Saint Francis had emphasised the need for brothers and sisters of the order to serve as an example and mirror of Gospel living but Saint Clare carried the image of mirror much further and applied it explicitly to Christ. The images of Jesus both as a most holy and beloved child as well as the Crucified One were important both as mirror and example. These led logically to the theme of the mystical marriage which is most evident in her letters to Blessed Agnes of Prague who is a fascinating person in her own right. Born of King Ottakar of Bohemia and Queen Constance of Hungary, she entered the order of Poor Ladies and began to correspond with Saint Clare.

The image of mystical marriage led Saint Clare directly to a development of Marian spirituality. The emphasis on marriage and motherhood distinguishes hers from the spirituality of Saint Francis. That is perhaps not surprising, given their respective genders. But it may also suggest the dominant influence of Cistercian theology in that it resonates with the work of Saint Bernard of Clairvaux. Nonetheless, the coloration is typically Franciscan. Mary is portrayed as a poor woman, the mother of a poor child.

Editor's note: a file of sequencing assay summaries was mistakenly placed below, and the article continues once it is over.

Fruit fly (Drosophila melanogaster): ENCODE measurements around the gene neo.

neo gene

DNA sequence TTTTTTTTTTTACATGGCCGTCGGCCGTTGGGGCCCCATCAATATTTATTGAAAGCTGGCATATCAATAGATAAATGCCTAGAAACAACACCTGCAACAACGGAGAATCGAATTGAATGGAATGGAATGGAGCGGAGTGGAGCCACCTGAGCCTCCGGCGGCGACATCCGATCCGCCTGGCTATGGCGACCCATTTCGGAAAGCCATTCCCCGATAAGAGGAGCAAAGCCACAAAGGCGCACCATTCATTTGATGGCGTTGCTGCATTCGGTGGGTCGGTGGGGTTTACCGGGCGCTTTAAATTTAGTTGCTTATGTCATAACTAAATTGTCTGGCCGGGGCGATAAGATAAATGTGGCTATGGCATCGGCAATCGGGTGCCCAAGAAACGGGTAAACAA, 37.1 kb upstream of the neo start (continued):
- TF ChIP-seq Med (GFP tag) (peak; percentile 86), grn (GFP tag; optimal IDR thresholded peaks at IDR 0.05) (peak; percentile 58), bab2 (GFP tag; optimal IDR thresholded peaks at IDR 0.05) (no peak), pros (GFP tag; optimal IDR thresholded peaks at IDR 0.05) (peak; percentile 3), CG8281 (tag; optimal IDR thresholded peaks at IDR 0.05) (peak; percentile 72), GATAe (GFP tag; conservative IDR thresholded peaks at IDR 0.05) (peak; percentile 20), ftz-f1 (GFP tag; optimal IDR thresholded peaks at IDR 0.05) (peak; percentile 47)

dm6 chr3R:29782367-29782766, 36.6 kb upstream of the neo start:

Inasmuch as this vision of him is the splendour of eternal glory, the brightness of everlasting light and an unspotted mirror, look into this mirror every day….Look at the parameters of this mirror, that is, the poverty of him who was placed in a manger and wrapped in swaddling clothes…Then in the depths of this same mirror, contemplate the ineffable charity which led him to suffer on the wood of the Cross and die thereon the most shameful kind of death.
Saint Clare of Assisi, Fourth Letter to Blessed Agnes of Prague

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Keith Warner argues that three things distinguish the spirituality of Saint Clare from that of other religious women of her day: poverty, contact with her Franciscan brothers, and enclosure: “It was not new for women to want to dedicate themselves to God in prayer, but it was to do so without the security of land and possessions. It was not common for cloistered women to have spiritual friendships with religious men, or to have a cloister that permitted women to travel outside a monastery. Yet these were issues that Clare felt very strongly about, and defended vigorously.”